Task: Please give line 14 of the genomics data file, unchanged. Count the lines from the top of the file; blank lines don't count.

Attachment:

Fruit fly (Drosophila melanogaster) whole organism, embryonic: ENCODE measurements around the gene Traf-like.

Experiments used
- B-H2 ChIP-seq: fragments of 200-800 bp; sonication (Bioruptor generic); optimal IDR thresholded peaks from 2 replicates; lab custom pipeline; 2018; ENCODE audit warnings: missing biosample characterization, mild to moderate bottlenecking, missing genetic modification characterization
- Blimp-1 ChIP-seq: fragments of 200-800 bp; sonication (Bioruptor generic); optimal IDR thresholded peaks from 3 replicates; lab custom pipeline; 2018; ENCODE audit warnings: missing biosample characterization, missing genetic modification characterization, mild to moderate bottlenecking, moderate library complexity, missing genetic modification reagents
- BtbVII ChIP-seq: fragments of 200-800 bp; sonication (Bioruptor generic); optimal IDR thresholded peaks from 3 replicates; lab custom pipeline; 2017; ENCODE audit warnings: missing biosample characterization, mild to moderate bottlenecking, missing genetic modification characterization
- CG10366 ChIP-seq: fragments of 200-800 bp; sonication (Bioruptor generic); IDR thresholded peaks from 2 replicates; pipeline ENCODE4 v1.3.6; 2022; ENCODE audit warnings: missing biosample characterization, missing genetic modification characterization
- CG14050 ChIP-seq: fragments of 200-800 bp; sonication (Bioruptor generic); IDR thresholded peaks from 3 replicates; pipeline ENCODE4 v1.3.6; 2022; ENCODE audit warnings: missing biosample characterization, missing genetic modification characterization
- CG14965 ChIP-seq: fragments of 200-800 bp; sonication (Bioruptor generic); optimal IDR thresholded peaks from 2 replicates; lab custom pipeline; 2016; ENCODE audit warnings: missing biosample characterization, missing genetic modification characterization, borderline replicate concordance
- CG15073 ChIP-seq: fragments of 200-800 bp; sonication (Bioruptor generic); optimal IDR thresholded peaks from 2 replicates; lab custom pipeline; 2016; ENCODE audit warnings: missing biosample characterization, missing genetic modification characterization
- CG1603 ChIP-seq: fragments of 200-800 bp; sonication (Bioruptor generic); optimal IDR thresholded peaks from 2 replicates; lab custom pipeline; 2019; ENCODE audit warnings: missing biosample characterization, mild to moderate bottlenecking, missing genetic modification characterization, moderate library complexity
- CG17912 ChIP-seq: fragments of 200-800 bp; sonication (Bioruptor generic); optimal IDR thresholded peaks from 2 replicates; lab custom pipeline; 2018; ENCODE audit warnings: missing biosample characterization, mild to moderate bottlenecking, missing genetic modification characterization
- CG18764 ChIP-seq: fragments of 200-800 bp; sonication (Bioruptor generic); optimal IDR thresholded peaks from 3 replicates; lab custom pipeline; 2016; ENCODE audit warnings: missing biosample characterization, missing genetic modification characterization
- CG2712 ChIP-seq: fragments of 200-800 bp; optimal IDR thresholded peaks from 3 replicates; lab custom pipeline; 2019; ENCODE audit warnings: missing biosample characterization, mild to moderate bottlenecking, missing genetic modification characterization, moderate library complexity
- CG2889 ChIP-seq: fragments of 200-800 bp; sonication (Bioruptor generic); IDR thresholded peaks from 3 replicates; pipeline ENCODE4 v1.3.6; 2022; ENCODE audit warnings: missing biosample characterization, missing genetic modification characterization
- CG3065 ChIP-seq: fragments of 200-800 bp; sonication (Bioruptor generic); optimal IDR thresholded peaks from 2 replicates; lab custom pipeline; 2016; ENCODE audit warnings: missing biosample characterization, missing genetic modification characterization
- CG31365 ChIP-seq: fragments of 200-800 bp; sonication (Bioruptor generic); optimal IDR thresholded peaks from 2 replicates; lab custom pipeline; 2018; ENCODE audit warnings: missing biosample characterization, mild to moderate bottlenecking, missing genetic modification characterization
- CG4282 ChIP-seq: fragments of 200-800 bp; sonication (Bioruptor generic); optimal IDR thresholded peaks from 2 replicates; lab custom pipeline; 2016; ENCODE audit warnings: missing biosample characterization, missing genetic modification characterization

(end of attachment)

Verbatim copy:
- CG2889 ChIP-seq: fragments of 200-800 bp; sonication (Bioruptor generic); IDR thresholded peaks from 3 replicates; pipeline ENCODE4 v1.3.6; 2022; ENCODE audit warnings: missing biosample characterization, missing genetic modification characterization